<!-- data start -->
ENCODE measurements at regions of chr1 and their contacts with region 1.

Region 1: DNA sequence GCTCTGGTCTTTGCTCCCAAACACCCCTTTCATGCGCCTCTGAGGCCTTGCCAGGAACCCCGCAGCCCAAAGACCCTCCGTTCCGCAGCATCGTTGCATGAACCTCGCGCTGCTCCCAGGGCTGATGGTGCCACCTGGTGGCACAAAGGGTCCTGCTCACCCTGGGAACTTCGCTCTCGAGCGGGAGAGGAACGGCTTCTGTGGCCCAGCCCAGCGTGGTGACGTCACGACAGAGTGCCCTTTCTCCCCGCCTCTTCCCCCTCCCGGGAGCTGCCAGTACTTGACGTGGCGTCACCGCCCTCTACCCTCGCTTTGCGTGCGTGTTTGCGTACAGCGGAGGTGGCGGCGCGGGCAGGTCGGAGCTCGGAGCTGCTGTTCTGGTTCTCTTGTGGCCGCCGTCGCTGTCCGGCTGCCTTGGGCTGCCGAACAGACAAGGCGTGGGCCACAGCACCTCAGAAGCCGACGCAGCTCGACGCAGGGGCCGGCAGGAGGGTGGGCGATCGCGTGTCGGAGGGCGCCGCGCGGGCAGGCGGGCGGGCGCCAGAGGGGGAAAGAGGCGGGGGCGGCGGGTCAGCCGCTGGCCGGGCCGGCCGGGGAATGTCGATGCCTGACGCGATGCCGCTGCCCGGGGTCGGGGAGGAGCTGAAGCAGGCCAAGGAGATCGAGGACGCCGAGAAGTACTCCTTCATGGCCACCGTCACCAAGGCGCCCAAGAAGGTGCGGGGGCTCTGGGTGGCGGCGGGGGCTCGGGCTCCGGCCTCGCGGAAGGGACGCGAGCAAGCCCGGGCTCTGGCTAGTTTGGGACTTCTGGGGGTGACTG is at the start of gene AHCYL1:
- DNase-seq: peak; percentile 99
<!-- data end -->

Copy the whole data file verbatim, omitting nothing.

ENCODE measurements at regions of chr1 and their contacts with region 1.

Region 1: DNA sequence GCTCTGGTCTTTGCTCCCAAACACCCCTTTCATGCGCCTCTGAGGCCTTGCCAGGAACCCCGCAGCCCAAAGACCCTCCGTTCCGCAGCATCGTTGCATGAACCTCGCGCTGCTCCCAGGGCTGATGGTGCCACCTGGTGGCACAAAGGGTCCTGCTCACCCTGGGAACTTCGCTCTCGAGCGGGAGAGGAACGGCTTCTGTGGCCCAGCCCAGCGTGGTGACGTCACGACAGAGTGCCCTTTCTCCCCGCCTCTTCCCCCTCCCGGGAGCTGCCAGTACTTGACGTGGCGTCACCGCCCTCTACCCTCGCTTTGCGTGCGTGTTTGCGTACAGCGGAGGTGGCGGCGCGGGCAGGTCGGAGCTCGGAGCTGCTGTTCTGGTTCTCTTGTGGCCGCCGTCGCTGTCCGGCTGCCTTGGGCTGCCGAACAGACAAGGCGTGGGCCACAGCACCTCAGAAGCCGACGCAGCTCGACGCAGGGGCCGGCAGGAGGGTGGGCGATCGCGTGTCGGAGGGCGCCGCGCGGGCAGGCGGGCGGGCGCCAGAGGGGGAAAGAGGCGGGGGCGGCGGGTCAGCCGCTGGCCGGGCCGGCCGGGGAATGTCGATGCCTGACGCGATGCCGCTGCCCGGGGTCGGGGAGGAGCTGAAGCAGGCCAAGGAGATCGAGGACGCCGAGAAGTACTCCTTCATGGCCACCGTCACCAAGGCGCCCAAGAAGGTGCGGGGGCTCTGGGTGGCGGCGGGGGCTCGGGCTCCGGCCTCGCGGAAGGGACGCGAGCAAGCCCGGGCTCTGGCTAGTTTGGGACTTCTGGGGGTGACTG is at the start of gene AHCYL1:
- DNase-seq: peak; percentile 99